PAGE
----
In 1787, when the United States Constitution was adopted, it didn’t define a federal standard of who was eligible to vote. The thinking was that stages would decide for themselves who was eligible to vote. That meant ballots were accessible to adult, white, male property owners.
Of course, that’s not the case today — many more people have the right to vote. And that’s because of some very famous names — and many, many more who deserve to be. Across the country, they crusaded so we could affix that proud sticker to our lapel each November: “I Voted.”
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Here’s a look at the Americans who fought like hell to make sure you have the right to vote.
Thomas Wilson Dorr (1805-1854)
One by one, from 1792 to 1856, states said you didn’t need to own land to vote, but things got dramatic in Rhode Island. In 1841, the Ocean State still operated under a 17th-century charter that dictated less than half of its adult white males were qualified to vote. Thomas W. Dorr organized a “People’s Party,” that followed a new constitution and abolished voting restrictions. For a time, there were two competing governments, but eventually, the governor had Dorr was arrested. He was found guilty of treason and sentenced to a life of hard labor and solitary confinement. In light of public outcry, the governor pardoned Dorr the next year, and in 1843, the state adopted a new constitution that extended the vote to all tax-paying native-born adult males, including African-Americans.
Frederick Douglass (1818-1895)
In 1865, just days after General Robert E. Lee surrendered his Confederate troops, abolitionist and social reformer Frederick Douglass was an advocate for equal rights of all people, which included the right to vote. Speaking before the Massachusetts Anti-Slavery Society, he said: “If we know enough to be hung, we know enough to vote. If the Negro knows enough to pay taxes to support government, he knows enough to vote; taxation and representation should go together. If he knows enough to shoulder a musket and fight for the flag for the government, he knows enough to vote ....What I ask for the Negro is not benevolence, not pity, not sympathy, but simply justice.” The Fifteenth Amendment was ratified in 1870, declaring the right to vote would not be denied "on account of race, color, or previous condition of servitude.”
Lucy Stone (1818-1893)
When it comes to women’s suffrage, Susan B. Anthony and Elizabeth Cady Stanton tend to get all the credit. But Lucy Stone — a 19th-century trailblazer who kept her maiden name and wore baggy trousers under her skirts when she spoke in public — campaigned tirelessly for universal voting rights. Suffragists were split following the passage of the Fifteenth Amendment, but Lucy Stone maintained that it was a step in the right direction and continued to work for women’s rights and the rights of all people. In pants.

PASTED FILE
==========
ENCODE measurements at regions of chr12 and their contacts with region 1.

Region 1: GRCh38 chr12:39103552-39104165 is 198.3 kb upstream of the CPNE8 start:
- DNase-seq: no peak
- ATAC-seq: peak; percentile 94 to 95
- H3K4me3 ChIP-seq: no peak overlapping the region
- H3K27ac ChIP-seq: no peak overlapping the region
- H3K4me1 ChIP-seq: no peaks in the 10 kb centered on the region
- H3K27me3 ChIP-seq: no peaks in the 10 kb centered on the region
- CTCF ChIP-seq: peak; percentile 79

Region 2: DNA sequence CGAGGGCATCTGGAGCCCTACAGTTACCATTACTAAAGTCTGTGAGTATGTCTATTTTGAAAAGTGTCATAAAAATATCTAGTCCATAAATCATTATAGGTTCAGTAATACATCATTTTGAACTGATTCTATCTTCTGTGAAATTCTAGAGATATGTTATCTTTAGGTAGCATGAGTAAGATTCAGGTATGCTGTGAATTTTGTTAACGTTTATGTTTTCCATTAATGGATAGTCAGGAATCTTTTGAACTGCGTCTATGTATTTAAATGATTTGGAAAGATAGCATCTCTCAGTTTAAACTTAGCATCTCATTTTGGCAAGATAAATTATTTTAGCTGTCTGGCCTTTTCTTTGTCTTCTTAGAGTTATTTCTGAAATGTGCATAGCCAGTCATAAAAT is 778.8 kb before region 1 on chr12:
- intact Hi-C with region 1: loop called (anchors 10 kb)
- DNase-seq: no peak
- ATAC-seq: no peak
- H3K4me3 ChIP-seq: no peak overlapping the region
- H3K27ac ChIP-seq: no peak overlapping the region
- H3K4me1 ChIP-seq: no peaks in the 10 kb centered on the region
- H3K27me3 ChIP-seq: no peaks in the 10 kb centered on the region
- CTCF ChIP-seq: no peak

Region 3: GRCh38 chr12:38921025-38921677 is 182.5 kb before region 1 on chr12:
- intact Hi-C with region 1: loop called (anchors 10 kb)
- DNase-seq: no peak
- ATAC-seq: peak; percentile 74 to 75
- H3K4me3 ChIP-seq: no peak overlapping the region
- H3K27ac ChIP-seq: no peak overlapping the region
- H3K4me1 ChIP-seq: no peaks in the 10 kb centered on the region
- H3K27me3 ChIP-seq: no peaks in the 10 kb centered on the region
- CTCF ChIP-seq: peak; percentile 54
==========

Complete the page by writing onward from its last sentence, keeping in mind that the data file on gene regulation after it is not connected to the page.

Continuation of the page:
Learn More: What Is National Voter Registration Day?
Ida B. Wells (1862-1931)
Ida B. Wells
Journalist, suffragist, and all-around badass, Ida B. Wells decried lynchings in editorials, and along with W.E.B. DuBois, was one of the founders of the the National Advancement for Colored People. In a march on Washington for women’s suffrage in 1913, when she was instructed that black women would march in the rear, she “refused to take part unless ‘I can march under the Illinois banner.’” She later ran for the Illinois state legislature, and went on to found the Alpha Suffrage Club of Chicago.
Alice Paul (1885-1977)
Called the most radical of women’s suffragists, Alice Paul used civil disobedience to draw attention to the cause, including parades, demonstrations, and a seven-month picket of the White House that lead to arrest and jail-time for Paul and other activists. In 1920, the 19th Amendment granted all women citizens a right to vote, but Paul didn’t rest long. In 1923, she proposed an Equal Rights Amendment. “Men and women,” it read, “shall have equal rights throughout the United States.”
Martin Luther King, Jr. (1929-1968)
Martin Luther King
Since the passing of the 15th Amendment, African-Americans — as well as Latinos, Native Americans and Asian-Americans — continued to face systemic barriers intended to keep them from the polls. In early 1965, Martin Luther King, Jr., brought national attention to the issue with a voter registration drive in Selma, Alabama. They were met with fierce opposition by Alabama officials, which eventually led to the march from Selma to Montgomery, Alabama. When the march arrived at the state capitol, they were 25,000 marchers strong. Months later in August of 1965, President Johnson signed the Voting Rights Act, which prohibits discrimination on the basis of race.
Ted Kennedy (1932-2009)
The World War II reprise of “old enough to fight, old enough to vote,” resurfaced during the Vietnam War. In Alaska, Georgia, Hawaii and Kentucky, voters under 21 could vote and nothing disastrous had happened. Speaking before Congress, Ted Kennedy reported that 21 as the age of maturity was based on an 11th-century notion of when a young man was capable of bearing the weight of armor. “The medieval justification has an especially bitter relevance today, when millions of our 18 year olds are compelled to bear arms as soldiers, and thousand are dead in Vietnam,” he said. The 26th Amendment was ratified in 1971 and granted the right to vote to citizens of the United States at 18 years of age.